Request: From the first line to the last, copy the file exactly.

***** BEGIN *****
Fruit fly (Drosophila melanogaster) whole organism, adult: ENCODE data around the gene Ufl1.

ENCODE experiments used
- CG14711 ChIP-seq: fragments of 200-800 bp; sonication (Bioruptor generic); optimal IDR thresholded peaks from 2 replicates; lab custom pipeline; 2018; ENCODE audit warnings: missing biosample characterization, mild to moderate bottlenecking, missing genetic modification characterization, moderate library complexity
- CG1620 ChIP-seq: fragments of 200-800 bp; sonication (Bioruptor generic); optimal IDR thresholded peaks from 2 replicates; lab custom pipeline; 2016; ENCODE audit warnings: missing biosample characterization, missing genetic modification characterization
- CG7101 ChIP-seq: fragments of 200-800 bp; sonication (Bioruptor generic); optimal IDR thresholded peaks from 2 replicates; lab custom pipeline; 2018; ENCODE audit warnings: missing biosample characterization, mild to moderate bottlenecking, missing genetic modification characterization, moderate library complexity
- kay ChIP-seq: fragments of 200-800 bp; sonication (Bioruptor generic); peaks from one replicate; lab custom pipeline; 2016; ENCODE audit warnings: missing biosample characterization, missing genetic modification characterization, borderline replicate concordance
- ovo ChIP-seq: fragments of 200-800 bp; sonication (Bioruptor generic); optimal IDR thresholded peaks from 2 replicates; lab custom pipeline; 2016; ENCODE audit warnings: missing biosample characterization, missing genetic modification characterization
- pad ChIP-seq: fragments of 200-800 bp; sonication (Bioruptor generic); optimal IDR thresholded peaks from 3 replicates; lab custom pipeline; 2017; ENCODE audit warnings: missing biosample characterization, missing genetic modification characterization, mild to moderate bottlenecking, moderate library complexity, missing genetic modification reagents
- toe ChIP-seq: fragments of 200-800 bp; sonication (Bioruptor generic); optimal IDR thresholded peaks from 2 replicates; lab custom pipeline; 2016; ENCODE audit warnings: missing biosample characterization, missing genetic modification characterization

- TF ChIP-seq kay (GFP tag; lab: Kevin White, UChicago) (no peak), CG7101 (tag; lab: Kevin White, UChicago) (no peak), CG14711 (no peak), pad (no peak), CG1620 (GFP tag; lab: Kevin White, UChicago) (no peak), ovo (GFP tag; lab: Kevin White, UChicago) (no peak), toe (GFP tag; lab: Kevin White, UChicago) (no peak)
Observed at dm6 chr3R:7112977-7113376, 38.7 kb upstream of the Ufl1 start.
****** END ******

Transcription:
Fruit fly (Drosophila melanogaster) whole organism, adult: ENCODE data around the gene Ufl1.

ENCODE experiments used
- CG14711 ChIP-seq: fragments of 200-800 bp; sonication (Bioruptor generic); optimal IDR thresholded peaks from 2 replicates; lab custom pipeline; 2018; ENCODE audit warnings: missing biosample characterization, mild to moderate bottlenecking, missing genetic modification characterization, moderate library complexity
- CG1620 ChIP-seq: fragments of 200-800 bp; sonication (Bioruptor generic); optimal IDR thresholded peaks from 2 replicates; lab custom pipeline; 2016; ENCODE audit warnings: missing biosample characterization, missing genetic modification characterization
- CG7101 ChIP-seq: fragments of 200-800 bp; sonication (Bioruptor generic); optimal IDR thresholded peaks from 2 replicates; lab custom pipeline; 2018; ENCODE audit warnings: missing biosample characterization, mild to moderate bottlenecking, missing genetic modification characterization, moderate library complexity
- kay ChIP-seq: fragments of 200-800 bp; sonication (Bioruptor generic); peaks from one replicate; lab custom pipeline; 2016; ENCODE audit warnings: missing biosample characterization, missing genetic modification characterization, borderline replicate concordance
- ovo ChIP-seq: fragments of 200-800 bp; sonication (Bioruptor generic); optimal IDR thresholded peaks from 2 replicates; lab custom pipeline; 2016; ENCODE audit warnings: missing biosample characterization, missing genetic modification characterization
- pad ChIP-seq: fragments of 200-800 bp; sonication (Bioruptor generic); optimal IDR thresholded peaks from 3 replicates; lab custom pipeline; 2017; ENCODE audit warnings: missing biosample characterization, missing genetic modification characterization, mild to moderate bottlenecking, moderate library complexity, missing genetic modification reagents
- toe ChIP-seq: fragments of 200-800 bp; sonication (Bioruptor generic); optimal IDR thresholded peaks from 2 replicates; lab custom pipeline; 2016; ENCODE audit warnings: missing biosample characterization, missing genetic modification characterization

- TF ChIP-seq kay (GFP tag; lab: Kevin White, UChicago) (no peak), CG7101 (tag; lab: Kevin White, UChicago) (no peak), CG14711 (no peak), pad (no peak), CG1620 (GFP tag; lab: Kevin White, UChicago) (no peak), ovo (GFP tag; lab: Kevin White, UChicago) (no peak), toe (GFP tag; lab: Kevin White, UChicago) (no peak)
Observed at dm6 chr3R:7112977-7113376, 38.7 kb upstream of the Ufl1 start.